Alaska Native nonprofit sues Texas insurance company over earthquake damage

Downtown anchorage seen from just west of Earthquake Park on the Knik Arm of the Cook Inlet.

Downtown Anchorage seen from the Knik Arm of the Cook Inlet. (Creative Commons photo by Luke Jones)

An Alaska Native nonprofit in Anchorage is suing its insurance company for million of dollars in what it alleges are unpaid claims over damages from last year’s earthquake.

On Monday, lawyers for Cook Inlet Tribal Council filed a lawsuit in federal court against United Specialty Insurance Co., saying it has refused to “investigate, adjust, and pay” for property loss in the year since the 7.1 magnitude earthquake.

In court documents, CITC said its insurer has dragged its feet reviewing damage claims, avoiding payment for losses covered under their policy, which could constitute a breach of contract. The lawsuit asks that CITC be awarded upwards of $6 million in damages, as well as the cost of legal fees, because the insurance company’s “acts of bad faith were outrageous,” and “evidenced reckless indifference” to their client.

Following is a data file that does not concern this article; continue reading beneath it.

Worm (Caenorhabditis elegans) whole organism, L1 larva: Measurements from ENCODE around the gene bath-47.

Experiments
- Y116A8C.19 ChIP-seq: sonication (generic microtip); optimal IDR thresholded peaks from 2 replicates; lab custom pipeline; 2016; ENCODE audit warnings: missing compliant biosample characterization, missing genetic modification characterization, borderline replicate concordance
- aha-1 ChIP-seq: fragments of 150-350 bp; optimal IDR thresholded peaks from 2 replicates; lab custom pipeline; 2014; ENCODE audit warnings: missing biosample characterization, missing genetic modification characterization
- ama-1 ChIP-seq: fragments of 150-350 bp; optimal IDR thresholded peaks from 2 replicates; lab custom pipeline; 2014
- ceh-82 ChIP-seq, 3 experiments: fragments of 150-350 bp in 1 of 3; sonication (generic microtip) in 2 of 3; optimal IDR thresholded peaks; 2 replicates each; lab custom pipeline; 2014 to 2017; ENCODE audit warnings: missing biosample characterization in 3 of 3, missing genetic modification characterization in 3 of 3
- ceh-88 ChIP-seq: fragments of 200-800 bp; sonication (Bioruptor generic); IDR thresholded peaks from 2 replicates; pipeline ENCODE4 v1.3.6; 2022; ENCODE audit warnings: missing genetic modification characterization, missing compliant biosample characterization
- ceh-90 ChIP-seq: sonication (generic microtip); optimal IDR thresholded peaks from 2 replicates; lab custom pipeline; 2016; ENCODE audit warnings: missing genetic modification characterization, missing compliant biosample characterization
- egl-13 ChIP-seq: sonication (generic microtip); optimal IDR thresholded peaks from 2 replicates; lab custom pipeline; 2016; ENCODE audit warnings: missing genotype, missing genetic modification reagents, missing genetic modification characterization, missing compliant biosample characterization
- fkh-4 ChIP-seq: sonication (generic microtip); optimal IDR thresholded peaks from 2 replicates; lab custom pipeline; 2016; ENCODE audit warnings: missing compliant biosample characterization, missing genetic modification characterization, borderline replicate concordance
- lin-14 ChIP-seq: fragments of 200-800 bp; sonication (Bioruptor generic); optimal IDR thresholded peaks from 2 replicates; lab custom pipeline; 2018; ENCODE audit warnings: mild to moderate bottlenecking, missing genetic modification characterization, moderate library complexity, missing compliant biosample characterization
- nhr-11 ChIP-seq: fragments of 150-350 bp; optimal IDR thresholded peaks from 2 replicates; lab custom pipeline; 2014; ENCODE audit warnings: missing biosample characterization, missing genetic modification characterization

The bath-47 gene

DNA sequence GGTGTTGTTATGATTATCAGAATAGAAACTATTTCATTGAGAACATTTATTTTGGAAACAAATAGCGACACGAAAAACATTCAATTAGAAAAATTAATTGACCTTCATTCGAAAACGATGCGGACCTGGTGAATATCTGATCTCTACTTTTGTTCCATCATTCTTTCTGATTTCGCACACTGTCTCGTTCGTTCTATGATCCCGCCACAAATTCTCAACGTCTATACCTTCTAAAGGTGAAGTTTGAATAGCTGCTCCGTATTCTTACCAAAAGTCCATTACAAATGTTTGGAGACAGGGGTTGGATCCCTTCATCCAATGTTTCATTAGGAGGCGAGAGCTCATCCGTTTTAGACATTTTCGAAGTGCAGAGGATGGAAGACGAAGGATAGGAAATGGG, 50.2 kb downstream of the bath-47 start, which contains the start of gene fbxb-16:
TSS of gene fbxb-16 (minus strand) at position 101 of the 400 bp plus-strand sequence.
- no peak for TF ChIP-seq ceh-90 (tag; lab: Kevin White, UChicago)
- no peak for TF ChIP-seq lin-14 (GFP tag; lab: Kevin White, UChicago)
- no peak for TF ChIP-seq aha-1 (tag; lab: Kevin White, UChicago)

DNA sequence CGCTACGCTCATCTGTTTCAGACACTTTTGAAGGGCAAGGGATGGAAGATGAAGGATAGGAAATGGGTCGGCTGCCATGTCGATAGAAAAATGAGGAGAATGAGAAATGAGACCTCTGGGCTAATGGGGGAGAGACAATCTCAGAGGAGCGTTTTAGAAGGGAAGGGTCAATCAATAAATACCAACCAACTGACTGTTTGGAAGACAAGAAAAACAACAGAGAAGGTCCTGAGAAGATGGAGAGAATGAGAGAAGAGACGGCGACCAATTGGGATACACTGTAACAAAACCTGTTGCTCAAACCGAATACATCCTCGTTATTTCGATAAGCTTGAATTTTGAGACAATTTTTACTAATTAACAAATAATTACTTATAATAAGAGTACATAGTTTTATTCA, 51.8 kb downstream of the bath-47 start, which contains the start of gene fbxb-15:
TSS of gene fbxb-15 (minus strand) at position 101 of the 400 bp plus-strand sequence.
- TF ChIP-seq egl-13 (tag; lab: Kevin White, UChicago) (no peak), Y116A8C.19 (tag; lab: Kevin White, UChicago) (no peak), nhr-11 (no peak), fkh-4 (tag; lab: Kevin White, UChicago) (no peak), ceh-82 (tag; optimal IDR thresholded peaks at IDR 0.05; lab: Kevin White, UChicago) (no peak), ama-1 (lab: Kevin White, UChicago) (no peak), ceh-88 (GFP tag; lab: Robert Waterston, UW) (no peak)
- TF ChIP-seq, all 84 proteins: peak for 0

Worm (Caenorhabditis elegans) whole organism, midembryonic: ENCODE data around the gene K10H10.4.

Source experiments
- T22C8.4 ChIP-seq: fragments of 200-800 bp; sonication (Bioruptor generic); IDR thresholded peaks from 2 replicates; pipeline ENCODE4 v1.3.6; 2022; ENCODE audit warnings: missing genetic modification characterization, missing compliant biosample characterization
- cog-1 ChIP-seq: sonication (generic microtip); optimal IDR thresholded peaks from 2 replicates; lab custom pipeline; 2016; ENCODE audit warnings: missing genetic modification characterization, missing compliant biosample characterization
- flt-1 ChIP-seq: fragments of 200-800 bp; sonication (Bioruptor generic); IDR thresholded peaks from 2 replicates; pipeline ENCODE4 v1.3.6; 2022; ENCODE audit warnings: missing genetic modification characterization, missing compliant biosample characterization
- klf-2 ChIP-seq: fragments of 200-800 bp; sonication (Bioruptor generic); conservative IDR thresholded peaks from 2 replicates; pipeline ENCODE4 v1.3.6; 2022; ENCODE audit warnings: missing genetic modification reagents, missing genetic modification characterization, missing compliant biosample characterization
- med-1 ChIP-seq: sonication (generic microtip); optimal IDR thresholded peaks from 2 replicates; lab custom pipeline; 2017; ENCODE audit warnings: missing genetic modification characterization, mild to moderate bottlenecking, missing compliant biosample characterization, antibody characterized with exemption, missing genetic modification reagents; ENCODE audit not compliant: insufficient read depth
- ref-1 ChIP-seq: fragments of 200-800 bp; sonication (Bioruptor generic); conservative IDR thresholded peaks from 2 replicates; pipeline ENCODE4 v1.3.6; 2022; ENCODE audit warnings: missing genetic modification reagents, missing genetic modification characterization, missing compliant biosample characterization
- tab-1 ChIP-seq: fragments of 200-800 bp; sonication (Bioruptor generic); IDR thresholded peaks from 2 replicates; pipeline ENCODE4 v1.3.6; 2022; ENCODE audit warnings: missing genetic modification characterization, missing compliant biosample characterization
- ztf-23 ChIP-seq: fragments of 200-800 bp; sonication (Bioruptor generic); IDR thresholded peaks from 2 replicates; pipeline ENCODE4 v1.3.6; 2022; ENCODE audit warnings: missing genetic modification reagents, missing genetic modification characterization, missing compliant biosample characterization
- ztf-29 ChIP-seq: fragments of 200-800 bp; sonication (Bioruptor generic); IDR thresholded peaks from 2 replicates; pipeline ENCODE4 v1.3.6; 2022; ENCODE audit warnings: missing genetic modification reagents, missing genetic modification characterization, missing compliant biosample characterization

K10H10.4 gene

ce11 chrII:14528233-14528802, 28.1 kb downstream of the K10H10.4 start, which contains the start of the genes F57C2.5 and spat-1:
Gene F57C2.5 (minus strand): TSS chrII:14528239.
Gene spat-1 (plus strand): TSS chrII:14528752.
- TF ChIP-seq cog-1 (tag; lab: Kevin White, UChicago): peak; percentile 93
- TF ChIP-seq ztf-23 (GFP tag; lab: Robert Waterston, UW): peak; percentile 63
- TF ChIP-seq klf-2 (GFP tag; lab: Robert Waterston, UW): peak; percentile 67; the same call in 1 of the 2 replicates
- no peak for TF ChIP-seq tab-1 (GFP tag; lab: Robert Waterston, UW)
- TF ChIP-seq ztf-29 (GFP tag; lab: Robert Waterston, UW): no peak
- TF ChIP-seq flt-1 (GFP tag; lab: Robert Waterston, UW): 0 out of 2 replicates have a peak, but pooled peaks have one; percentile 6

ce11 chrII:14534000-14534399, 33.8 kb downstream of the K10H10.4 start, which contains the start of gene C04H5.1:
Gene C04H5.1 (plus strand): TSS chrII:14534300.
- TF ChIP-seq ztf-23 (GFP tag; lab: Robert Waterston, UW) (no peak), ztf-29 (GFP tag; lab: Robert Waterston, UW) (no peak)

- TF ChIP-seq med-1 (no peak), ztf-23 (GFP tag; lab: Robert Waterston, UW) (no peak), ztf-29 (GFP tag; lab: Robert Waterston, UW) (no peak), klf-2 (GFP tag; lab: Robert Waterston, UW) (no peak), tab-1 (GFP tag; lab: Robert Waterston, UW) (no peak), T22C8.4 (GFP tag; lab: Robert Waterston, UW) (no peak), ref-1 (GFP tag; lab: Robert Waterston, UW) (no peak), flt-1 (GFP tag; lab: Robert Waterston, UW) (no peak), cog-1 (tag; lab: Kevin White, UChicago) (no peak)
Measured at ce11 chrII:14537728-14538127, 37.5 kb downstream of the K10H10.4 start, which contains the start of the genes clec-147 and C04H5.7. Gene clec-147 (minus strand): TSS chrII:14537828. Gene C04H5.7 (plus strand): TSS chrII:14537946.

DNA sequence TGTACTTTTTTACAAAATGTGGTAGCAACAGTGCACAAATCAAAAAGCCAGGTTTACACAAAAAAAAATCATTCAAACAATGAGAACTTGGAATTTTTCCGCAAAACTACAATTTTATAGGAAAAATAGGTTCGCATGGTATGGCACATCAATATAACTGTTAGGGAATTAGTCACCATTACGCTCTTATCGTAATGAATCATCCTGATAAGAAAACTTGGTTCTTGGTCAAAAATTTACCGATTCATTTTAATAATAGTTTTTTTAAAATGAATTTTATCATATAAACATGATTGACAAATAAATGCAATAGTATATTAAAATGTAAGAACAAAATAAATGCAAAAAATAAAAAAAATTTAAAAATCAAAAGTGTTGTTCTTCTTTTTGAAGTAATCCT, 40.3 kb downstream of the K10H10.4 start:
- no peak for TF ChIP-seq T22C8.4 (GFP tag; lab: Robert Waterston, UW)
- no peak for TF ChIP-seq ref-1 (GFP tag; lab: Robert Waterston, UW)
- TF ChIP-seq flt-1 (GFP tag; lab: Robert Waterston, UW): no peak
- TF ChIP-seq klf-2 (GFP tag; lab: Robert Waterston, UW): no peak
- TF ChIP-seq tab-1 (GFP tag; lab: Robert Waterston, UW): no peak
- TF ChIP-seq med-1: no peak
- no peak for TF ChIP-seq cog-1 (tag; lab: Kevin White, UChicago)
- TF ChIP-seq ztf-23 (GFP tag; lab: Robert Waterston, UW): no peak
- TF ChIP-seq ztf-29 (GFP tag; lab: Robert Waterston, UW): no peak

“After immediately putting its insurer on notice of the damage and loss, CITC has been attempting to recover its losses due under the policy for the last 12 months,” wrote Brad Hillwig, CITC’s communications director. “Unfortunately, CITC has not yet received full claimed damages.”

CITC serves tribal members in communities stretching from Chickaloon to Seldovia. Its offices in east Anchorage were damaged badly enough that many of its programs are still operating out of different locations.

United Specialty Insurance Co. is a subsidiary of a larger insurance group, State National Insurance Co., based in Texas. The company did not respond to multiple messages Tuesday seeking comment.

Builders in Anchorage await a mini-boom from earthquake repairs

Alaska has a lot going on right now.

Never miss the important parts with insightful (and entertaining) news from The Signal, the best weekly Alaska news email.

Recent headlines

X